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    Jul 2010

    Default SBP estimates fiscal deficit at 5pc of GDP in FY11

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    KARACHI: The State Bank of Pakistan (SBP) has estimated that the fiscal deficit would be around five percent of the gross domestic product in 2010/11 against the government projection of four percent.

    The central bank in a report on weakening of fiscal position of the country released recently said that the excessive reliance on domestic sources to finance the fiscal deficit shows both the weakening of fiscal position and less-than-expected realisation of projected external financing.

    This position breached the revised fiscal deficit target of 5.1 percent of the GDP in FY10 and provisionally it would stand around six percent, it said. “Provisional figures indicate that the revised FY10 fiscal target of 5.1 percent of the GDP has been breached and could be higher than six percent of the GDP,” the SBP said.

    The central bank said that the budget deficit target has been set at 4.0 percent of the GDP in FY11. “Given an ambitious tax revenue target by the Federal Board of Revenue (FBR), higher requirement of security-related expenditures and a sizeable development budget, reducing the fiscal deficit close to the target level, though imperative, would be quite challenging,” it added.

    Meeting the revenue body’s tax collection target of Rs1,667 billion would require 25.6 percent growth, or a 0.8 percentage point improvement in the tax-to-GDP ratio, which seems unlikely, it said.

    Moreover, the target of 4.0 percent deficit, announced in the budget speech, assumed a 5 percent deficit of the federal government and a combined surplus of 1.0 percent by the provinces. However, consolidated provincial figures reflect almost a balanced budget, it said.

    “This suggests that FY11 fiscal deficit could be around 5.0 percent of the GDP,” the central bank said. Low tax revenues of the government have become a serious concern. Without increasing the resources it would be difficult to sustain the fiscal deficit at manageable levels and ensure adequate development expenditures.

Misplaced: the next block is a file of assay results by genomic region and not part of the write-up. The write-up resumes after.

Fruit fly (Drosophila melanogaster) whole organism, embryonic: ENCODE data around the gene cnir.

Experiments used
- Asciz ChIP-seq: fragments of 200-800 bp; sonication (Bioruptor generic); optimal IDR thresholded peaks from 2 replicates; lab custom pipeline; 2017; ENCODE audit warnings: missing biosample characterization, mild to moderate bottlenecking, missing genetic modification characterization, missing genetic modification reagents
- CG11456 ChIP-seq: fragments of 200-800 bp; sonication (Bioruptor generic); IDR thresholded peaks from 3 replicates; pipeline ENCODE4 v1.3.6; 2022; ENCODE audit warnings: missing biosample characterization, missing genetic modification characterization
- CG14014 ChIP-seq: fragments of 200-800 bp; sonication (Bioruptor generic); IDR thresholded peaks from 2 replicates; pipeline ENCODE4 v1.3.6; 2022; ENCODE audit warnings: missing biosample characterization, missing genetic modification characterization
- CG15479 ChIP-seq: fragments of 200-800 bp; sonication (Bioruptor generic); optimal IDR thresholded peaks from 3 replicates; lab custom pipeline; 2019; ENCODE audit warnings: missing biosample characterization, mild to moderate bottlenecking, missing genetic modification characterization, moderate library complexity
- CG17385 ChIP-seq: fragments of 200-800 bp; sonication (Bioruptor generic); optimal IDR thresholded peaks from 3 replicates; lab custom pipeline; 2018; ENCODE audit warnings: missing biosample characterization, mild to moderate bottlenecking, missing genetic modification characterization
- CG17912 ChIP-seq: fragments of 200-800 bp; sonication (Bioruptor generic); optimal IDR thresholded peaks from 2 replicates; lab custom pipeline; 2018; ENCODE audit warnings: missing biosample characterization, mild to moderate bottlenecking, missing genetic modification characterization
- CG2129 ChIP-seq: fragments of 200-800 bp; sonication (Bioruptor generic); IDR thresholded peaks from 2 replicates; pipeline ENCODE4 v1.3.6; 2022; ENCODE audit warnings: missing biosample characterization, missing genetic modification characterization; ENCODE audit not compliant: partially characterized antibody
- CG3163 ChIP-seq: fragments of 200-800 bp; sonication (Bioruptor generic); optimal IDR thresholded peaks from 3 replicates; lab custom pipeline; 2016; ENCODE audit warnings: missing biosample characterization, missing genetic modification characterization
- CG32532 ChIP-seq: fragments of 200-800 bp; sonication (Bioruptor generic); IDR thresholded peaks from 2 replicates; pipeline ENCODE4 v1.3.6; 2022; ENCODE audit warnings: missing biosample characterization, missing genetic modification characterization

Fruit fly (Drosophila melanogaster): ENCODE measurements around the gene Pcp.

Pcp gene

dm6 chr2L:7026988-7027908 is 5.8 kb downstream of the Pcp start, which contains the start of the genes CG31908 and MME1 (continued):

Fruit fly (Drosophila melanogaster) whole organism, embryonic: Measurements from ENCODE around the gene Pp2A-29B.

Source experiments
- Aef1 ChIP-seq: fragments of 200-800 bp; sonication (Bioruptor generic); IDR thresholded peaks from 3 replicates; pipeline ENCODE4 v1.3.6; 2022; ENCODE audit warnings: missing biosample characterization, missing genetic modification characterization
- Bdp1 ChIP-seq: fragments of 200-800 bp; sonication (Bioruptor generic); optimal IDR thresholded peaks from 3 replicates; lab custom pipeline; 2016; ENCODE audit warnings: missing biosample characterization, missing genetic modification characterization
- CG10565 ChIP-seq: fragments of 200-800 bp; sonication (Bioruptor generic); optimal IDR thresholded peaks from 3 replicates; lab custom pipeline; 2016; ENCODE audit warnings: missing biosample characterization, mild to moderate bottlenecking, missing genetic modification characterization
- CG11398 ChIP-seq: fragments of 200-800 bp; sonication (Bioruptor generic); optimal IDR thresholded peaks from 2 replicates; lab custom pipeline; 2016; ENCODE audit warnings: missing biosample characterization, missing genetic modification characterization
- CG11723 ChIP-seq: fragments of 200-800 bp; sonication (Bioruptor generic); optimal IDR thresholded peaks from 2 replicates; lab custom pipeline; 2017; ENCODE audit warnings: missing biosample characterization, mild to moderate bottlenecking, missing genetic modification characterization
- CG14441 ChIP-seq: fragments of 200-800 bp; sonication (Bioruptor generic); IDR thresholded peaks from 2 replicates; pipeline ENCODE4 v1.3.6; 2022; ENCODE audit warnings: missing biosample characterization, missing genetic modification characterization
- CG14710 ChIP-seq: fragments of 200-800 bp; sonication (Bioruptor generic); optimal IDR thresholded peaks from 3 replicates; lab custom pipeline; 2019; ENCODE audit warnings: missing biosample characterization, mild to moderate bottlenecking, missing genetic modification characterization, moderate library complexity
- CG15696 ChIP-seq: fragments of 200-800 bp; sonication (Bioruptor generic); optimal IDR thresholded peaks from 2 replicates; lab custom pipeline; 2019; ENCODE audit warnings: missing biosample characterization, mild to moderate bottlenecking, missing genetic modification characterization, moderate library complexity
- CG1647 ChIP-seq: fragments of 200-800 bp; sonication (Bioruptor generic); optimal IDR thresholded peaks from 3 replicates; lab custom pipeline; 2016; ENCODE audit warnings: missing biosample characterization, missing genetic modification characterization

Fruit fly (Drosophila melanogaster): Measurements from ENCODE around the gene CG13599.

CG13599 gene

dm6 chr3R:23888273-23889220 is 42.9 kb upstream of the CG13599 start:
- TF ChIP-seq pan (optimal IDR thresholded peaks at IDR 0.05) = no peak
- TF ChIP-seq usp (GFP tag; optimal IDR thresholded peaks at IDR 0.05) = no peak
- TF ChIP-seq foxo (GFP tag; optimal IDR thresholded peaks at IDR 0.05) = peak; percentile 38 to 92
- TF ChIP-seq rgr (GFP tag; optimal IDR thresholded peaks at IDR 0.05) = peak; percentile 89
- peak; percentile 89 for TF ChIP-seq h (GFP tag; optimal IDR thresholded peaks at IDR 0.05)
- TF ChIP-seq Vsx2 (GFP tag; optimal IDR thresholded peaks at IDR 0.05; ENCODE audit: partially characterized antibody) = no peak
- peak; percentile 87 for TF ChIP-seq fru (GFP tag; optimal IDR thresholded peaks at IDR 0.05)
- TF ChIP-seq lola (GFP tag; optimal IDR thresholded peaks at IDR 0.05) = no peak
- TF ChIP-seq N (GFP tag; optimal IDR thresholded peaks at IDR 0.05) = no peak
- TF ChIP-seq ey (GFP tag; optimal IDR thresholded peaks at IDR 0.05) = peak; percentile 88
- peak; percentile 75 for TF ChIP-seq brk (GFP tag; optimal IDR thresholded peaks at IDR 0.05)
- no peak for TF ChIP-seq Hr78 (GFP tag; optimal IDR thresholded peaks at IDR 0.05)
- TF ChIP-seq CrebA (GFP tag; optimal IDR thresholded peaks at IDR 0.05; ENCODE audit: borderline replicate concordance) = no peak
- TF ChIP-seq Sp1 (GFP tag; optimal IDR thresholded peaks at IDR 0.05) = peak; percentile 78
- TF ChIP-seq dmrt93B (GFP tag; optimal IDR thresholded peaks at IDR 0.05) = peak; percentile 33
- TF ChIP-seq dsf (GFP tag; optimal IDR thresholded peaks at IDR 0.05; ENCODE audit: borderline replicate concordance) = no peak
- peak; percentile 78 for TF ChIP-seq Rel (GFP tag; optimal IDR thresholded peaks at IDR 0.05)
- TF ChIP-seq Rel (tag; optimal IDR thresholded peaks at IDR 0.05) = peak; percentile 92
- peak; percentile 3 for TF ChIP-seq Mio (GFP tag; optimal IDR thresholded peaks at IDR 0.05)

“Reliance on cutting the development expenditures rather than the current expenditures is only going to decrease investment and productive capacity of the economy,” the SBP said.

    Moreover, higher current expenditures will add to the aggregate demand, putting pressure on the available supplies and, thus, inflation. “To close the gap, there will be a little choice, but to rely on foreign borrowings. Delays or shortfalls in such inflows could put pressure on the external accounts sustainability,” the report suggested.

    Regarding fiscal position in FY10, the central bank expressed concern over low inflows from external sources. “Against the budget estimates of Rs377 billion, only Rs177 billion was received from the external sources,” it said.

    This includes around Rs93 billion provided by the International Monetary Fund (IMF) as a bridge financing for funds pledged by the Friends of Democratic Pakistan (FoDP). The SBP said that the lower revenue generation and higher current expenditures are responsible for the stressed fiscal position. “Despite realisation of non-tax revenues such as Rs109 billion coalition support fund (CSF) and transfer of Rs230 billion SBP profit, the lower-than-targeted tax collection by the Federal Board of Revenue (FBR) may have caused a shortfall of Rs53 billion from the target of Rs1,380 billion for FY10,” the central bank said.

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